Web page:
Lionsgate Courts Latinos With New Appointment25 May, 2006 By: Angelique Flores
Lionsgate is deepening its foothold in the Latino marketplace.
The minimajor announced the appointment of Arturo Chavez to director of Spanish-language programming. In this newly created position, Chavez will oversee the company's Latino initiatives and will be based in the Santa Monica, Calif., office. Chavez will report to Ron Schwartz, EVP of North American sales.
“Arturo is widely recognized as one of the most knowledgeable experts of Spanish-language films in the U.S. market,” said Lionsgate president Steve Beeks. “With his experience and proven success in the arena, he will be a huge addition to the company as we continue to strive to create high-quality products for the Latino marketplace.”
Chavez has more than 20 years experience in the Latino home entertainment industry, including a background in art direction, wholesale and retail sales, and video distribution operations. Prior to joining Lionsgate, he served as a senior member of Ventura label Studio Latino's staff, where he played a major role in developing the company's overall Latino strategy and positioning. Before that, he spent 14 years as a senior analyst at Mexcinema Video Corp., an independent video publisher catering to Spanish-language accounts in the United States.
“Lionsgate has a big commitment to the Latino market and wants to increase its presence in the Latino marketplace,” Chavez said. “We want to be the leaders.”
The studio is working on a strategy to release one Latino movie every quarter, and plans to release some Latino libraries directly to video, he added.
Already, Lionsgate boasts one of the largest Latino libraries in the industry. The creation of this position is the studio's latest move in increasing its presence in the Latino marketplace.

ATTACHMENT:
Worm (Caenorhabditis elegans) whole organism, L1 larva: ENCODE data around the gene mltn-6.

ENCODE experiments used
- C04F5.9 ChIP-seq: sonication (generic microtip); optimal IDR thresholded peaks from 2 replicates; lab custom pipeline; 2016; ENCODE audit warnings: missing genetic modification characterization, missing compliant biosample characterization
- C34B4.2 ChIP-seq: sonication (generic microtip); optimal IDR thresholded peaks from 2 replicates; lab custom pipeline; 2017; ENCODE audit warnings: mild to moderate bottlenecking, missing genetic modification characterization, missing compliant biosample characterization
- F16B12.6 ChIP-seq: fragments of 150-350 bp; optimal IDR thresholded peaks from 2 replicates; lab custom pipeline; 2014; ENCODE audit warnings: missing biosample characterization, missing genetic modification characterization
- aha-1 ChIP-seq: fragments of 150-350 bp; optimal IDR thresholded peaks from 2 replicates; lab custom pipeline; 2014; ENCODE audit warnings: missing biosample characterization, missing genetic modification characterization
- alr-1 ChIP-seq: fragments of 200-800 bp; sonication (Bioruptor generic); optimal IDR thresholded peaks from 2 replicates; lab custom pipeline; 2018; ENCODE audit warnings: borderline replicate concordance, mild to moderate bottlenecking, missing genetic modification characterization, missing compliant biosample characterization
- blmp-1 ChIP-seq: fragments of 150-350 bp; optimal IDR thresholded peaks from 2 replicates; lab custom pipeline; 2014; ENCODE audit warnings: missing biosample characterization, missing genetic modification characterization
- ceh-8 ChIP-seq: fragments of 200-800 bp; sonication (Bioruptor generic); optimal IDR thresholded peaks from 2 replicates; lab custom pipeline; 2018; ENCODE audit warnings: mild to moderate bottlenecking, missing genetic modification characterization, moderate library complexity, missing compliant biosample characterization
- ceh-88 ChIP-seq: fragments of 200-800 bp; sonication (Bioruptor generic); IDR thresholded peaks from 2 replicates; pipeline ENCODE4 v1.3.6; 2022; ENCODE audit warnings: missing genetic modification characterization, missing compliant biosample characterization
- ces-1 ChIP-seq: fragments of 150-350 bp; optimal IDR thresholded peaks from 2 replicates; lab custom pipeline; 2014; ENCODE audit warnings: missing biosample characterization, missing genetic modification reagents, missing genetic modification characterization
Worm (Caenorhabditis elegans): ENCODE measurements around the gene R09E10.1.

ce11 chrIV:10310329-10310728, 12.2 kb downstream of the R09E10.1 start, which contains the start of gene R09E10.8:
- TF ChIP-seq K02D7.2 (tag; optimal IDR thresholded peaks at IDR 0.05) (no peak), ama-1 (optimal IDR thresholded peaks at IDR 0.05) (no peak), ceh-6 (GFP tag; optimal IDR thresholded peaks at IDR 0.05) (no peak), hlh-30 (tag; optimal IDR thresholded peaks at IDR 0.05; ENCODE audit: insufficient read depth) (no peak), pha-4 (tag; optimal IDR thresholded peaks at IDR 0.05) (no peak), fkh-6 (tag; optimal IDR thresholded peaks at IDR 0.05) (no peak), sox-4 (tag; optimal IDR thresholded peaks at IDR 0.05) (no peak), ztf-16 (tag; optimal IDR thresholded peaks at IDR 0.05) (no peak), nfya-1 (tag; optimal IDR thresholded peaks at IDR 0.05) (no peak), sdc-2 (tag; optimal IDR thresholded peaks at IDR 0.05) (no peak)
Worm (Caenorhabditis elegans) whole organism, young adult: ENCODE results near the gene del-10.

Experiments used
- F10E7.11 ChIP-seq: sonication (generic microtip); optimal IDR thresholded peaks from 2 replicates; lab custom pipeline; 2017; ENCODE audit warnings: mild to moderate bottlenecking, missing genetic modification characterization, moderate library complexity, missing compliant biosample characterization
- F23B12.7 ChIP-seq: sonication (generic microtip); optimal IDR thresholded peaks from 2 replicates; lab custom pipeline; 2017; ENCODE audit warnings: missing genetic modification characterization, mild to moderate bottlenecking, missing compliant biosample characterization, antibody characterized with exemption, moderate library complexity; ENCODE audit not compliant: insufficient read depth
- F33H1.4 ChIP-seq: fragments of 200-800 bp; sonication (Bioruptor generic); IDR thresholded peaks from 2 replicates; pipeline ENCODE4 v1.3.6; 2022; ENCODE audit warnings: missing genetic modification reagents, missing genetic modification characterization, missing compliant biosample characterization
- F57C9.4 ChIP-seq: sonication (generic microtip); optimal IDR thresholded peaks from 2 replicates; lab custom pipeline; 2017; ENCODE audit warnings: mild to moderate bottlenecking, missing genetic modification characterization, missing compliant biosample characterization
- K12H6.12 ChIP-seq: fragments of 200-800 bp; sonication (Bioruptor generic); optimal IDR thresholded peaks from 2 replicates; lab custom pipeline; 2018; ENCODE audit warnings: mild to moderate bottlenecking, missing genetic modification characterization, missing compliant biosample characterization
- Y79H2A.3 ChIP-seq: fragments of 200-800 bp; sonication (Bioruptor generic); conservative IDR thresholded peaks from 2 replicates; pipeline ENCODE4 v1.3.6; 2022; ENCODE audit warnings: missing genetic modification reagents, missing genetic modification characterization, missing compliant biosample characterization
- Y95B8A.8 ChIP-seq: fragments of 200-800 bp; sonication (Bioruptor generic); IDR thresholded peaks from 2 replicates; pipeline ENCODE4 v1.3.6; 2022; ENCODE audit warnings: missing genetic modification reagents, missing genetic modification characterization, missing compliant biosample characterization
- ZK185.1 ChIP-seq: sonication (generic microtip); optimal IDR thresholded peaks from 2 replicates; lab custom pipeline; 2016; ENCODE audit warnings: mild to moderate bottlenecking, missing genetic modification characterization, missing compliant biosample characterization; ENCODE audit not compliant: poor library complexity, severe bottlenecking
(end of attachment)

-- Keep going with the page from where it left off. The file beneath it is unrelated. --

A year ago, Lionsgate teamed with Venevision to release 12 to 20 Spanish-language movies per year directly to video in the United States. In January, Lionsgate struck a deal with Mach 8, a leading U.S.-based source of Mexican cinema, that gave the studio North American home video and video-on-demand distribution rights to Mach 8's 62-title Spanish-language catalog and all upcoming releases.
In December, Lionsgate cut a deal with Panamax Films to co-produce and distribute six to eight Spanish-language/Latino feature films for the North American and worldwide market. Lionsgate's recent theatrical release La Mujer de Mi Hermano was the first title in that deal. With more than 200 screens in nearly 20 major markets, La Mujer has had one of the largest openings for a Spanish-language film targeted to U.S. Latino audiences.
“We're very enthusiastic and hopeful that in a short period of time, we will be leading the Latino marketplace in a big way,” Chavez said.